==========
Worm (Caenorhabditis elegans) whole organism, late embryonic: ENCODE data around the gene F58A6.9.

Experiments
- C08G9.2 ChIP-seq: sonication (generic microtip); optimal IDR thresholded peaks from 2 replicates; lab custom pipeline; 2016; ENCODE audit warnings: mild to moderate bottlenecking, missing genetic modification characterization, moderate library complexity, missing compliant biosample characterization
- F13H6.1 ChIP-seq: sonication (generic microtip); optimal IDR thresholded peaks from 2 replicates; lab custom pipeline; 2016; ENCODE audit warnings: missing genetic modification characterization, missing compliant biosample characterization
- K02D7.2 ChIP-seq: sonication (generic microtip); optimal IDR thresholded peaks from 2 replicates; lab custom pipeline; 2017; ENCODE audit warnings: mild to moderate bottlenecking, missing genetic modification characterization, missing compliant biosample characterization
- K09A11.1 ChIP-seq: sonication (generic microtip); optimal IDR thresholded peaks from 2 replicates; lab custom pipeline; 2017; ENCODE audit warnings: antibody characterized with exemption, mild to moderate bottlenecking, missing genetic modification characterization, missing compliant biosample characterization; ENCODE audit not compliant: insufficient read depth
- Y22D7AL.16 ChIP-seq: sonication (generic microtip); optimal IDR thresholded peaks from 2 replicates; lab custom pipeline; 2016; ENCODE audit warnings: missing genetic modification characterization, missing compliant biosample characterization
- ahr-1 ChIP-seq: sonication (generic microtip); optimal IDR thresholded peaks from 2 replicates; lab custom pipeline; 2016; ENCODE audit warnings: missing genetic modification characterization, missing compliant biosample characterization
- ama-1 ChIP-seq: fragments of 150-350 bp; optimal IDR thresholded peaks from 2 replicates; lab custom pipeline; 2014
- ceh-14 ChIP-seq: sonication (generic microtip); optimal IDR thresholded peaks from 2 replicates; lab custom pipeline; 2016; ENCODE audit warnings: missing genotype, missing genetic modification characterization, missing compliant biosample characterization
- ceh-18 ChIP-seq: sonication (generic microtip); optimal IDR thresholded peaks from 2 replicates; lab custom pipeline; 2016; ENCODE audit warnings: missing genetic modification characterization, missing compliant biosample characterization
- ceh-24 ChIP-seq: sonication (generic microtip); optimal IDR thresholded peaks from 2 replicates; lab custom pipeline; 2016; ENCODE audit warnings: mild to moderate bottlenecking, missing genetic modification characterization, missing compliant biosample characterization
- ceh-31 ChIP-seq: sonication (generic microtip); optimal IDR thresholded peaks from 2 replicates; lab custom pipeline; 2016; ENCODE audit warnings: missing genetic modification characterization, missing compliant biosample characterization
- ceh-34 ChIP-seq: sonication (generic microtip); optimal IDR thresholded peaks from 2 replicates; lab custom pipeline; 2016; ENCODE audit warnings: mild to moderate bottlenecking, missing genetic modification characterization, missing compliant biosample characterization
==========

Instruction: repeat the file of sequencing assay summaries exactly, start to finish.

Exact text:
Worm (Caenorhabditis elegans) whole organism, late embryonic: ENCODE data around the gene F58A6.9.

Experiments
- C08G9.2 ChIP-seq: sonication (generic microtip); optimal IDR thresholded peaks from 2 replicates; lab custom pipeline; 2016; ENCODE audit warnings: mild to moderate bottlenecking, missing genetic modification characterization, moderate library complexity, missing compliant biosample characterization
- F13H6.1 ChIP-seq: sonication (generic microtip); optimal IDR thresholded peaks from 2 replicates; lab custom pipeline; 2016; ENCODE audit warnings: missing genetic modification characterization, missing compliant biosample characterization
- K02D7.2 ChIP-seq: sonication (generic microtip); optimal IDR thresholded peaks from 2 replicates; lab custom pipeline; 2017; ENCODE audit warnings: mild to moderate bottlenecking, missing genetic modification characterization, missing compliant biosample characterization
- K09A11.1 ChIP-seq: sonication (generic microtip); optimal IDR thresholded peaks from 2 replicates; lab custom pipeline; 2017; ENCODE audit warnings: antibody characterized with exemption, mild to moderate bottlenecking, missing genetic modification characterization, missing compliant biosample characterization; ENCODE audit not compliant: insufficient read depth
- Y22D7AL.16 ChIP-seq: sonication (generic microtip); optimal IDR thresholded peaks from 2 replicates; lab custom pipeline; 2016; ENCODE audit warnings: missing genetic modification characterization, missing compliant biosample characterization
- ahr-1 ChIP-seq: sonication (generic microtip); optimal IDR thresholded peaks from 2 replicates; lab custom pipeline; 2016; ENCODE audit warnings: missing genetic modification characterization, missing compliant biosample characterization
- ama-1 ChIP-seq: fragments of 150-350 bp; optimal IDR thresholded peaks from 2 replicates; lab custom pipeline; 2014
- ceh-14 ChIP-seq: sonication (generic microtip); optimal IDR thresholded peaks from 2 replicates; lab custom pipeline; 2016; ENCODE audit warnings: missing genotype, missing genetic modification characterization, missing compliant biosample characterization
- ceh-18 ChIP-seq: sonication (generic microtip); optimal IDR thresholded peaks from 2 replicates; lab custom pipeline; 2016; ENCODE audit warnings: missing genetic modification characterization, missing compliant biosample characterization
- ceh-24 ChIP-seq: sonication (generic microtip); optimal IDR thresholded peaks from 2 replicates; lab custom pipeline; 2016; ENCODE audit warnings: mild to moderate bottlenecking, missing genetic modification characterization, missing compliant biosample characterization
- ceh-31 ChIP-seq: sonication (generic microtip); optimal IDR thresholded peaks from 2 replicates; lab custom pipeline; 2016; ENCODE audit warnings: missing genetic modification characterization, missing compliant biosample characterization
- ceh-34 ChIP-seq: sonication (generic microtip); optimal IDR thresholded peaks from 2 replicates; lab custom pipeline; 2016; ENCODE audit warnings: mild to moderate bottlenecking, missing genetic modification characterization, missing compliant biosample characterization